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Embracing the Power of the Crowd

There’s nothing like taking communion with 15,000 other people.

This issue’s article on Christian music festivals brought back a lot of memories for me. Going to a major festival near my home in Kentucky was a pivotal part of my youth group experience as a teenager. I enjoyed it so much that I spent my summers in my 20s volunteering at the same event.

There was a lot to enjoy about the festival experience. I loved the music, of course, but also loved camping, eating junk food and hanging out with my friends. But the highlight of each year’s festival was the moment on Saturday evening when the entire crowd would gather on a hillside to take communion together.

Communion is a foundational practice that spans the entire breadth of Christian traditions. Most churchgoers take communion dozens — if not hundreds — of times throughout their lives. And like any repetitive action, it can feel routine at times. But for some reason, the music festival communion was always deeply impactful for me.

Maybe it had something to do with the setting: taking communion outdoors at sunset instead of at church. Or maybe it had something to do with the heightened emotional state that comes from too much junk food and too little sleep. The more I think about it, though, the more I am convinced that the real power of this moment was in the crowd experiencing it together.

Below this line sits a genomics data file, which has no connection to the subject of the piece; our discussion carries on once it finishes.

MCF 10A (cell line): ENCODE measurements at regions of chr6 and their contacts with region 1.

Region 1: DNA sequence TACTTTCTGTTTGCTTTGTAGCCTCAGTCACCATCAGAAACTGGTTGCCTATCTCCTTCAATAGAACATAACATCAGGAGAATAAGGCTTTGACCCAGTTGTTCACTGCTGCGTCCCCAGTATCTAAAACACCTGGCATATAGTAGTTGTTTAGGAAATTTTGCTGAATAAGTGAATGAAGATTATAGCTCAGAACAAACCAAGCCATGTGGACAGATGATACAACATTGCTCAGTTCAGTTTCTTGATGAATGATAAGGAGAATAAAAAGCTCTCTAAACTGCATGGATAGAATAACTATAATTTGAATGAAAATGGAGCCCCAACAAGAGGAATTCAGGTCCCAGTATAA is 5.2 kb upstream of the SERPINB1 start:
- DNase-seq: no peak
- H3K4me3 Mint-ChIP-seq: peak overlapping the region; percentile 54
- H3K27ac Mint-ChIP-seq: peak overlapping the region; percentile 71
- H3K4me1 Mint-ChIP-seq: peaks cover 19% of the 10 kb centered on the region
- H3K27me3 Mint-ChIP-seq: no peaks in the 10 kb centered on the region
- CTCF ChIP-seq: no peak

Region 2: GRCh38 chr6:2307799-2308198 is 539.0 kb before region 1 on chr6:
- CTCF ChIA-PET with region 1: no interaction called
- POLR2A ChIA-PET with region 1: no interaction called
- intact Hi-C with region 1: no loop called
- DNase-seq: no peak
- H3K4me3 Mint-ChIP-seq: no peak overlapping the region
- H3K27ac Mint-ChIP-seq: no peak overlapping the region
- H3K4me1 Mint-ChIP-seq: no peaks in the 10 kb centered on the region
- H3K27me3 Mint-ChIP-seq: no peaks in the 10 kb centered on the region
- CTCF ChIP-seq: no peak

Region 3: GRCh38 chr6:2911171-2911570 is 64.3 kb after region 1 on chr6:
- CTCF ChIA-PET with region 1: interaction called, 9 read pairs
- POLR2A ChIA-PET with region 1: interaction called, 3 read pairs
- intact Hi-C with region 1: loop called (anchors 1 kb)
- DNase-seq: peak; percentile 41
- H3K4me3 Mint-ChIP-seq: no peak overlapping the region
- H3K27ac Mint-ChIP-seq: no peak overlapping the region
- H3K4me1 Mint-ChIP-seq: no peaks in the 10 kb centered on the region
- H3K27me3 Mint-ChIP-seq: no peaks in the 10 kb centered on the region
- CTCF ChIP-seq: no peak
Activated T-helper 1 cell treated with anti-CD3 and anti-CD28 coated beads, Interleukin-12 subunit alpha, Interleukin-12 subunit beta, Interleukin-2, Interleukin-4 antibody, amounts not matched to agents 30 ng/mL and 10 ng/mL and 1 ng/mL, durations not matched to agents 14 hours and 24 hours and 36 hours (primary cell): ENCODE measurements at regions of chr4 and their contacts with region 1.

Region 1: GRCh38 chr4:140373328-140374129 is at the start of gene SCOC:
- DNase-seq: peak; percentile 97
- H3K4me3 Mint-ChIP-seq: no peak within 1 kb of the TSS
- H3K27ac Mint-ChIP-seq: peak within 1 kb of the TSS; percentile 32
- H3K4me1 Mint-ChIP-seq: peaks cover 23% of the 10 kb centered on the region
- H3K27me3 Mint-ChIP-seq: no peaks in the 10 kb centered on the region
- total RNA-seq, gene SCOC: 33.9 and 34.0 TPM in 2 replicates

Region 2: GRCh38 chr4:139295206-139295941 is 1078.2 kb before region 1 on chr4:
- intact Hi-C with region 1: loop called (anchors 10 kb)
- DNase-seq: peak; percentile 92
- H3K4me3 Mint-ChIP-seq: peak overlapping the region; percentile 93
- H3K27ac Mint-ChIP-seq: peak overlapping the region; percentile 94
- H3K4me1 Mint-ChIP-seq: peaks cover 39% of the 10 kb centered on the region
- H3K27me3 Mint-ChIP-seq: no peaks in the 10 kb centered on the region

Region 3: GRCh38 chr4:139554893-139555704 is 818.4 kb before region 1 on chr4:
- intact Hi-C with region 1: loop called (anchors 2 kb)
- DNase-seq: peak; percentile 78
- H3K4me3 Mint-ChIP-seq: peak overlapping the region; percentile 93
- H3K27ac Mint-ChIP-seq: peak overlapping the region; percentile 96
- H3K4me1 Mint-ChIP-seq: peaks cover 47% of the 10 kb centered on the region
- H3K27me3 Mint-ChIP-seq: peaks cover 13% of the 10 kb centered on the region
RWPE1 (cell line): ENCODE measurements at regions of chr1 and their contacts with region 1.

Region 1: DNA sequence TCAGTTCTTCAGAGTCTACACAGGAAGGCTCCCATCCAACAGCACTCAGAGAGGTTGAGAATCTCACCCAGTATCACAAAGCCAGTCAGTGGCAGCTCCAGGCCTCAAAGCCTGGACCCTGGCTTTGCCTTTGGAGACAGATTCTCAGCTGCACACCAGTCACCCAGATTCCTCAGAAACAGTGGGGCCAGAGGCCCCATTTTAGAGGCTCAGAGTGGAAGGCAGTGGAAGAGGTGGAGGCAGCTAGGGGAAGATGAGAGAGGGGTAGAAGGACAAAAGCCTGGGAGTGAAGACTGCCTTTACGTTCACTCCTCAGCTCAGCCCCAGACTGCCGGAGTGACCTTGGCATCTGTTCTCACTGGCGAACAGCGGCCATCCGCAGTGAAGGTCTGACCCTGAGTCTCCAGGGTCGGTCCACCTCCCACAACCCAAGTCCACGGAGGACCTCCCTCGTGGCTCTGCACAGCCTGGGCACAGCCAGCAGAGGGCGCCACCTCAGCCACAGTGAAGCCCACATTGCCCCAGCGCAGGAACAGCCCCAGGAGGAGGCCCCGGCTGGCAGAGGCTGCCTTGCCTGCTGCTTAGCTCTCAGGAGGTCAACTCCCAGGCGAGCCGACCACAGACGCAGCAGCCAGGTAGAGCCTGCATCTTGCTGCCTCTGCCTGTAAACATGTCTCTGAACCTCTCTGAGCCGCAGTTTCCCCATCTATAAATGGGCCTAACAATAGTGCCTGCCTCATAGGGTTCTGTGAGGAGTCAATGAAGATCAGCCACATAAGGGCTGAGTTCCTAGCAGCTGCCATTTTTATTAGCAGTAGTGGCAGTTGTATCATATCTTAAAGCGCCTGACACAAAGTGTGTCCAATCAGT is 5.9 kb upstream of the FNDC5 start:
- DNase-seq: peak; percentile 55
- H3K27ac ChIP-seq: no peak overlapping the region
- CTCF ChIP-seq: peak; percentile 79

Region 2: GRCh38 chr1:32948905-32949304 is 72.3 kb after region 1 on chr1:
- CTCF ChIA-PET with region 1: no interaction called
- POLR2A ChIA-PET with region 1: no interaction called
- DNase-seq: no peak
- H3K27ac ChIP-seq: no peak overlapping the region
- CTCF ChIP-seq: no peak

Group dynamics can enhance all kinds of experiences. Your church is a perfect example of that. You likely spent some of the pandemic worshipping at home via online services. And while that served a purpose for a time, it was a far cry from the experience of singing, learning and sharing together in person.

But this power of a group goes far beyond the church. It’s more fun to attend a sold-out sporting event than to sit in a half-empty stadium. Dining in a crowded restaurant is more exhilarating than eating the same meal from a take-out box at home. Even conferences and professional events feel much more significant when they’re well attended.

Of course, crowds bring their own sets of challenges. I still can’t wrap my head around the logistics involved in passing out 15,000 sets of communion elements in five minutes. And attending popular events often involves high prices, long waits and lots of strategic planning. But I believe the potential power of large-scale experiences can far outweigh the costs.

There’s a strength in crowds that you can use to your advantage in travel. You already know that traveling as a group helps you build community, strengthen relationships and heighten the trip experience. But imagine what could happen if you scaled your group up by joining with a larger event.

Whether it’s a music festival, a women’s retreat, a ministry conference or a secular celebration, the emotional power of the crowd can add depth to your group travel experiences. As you plan trips for your church and your community, I hope you’ll take advantage of opportunities to join your small group with a bigger crowd, at least for a moment or two.

It might prove to be best moment.

Brian Jewell

Brian Jewell is the executive editor of The Group Travel Leader. In more than a decade of travel journalism he has visited 48 states and 25 foreign countries.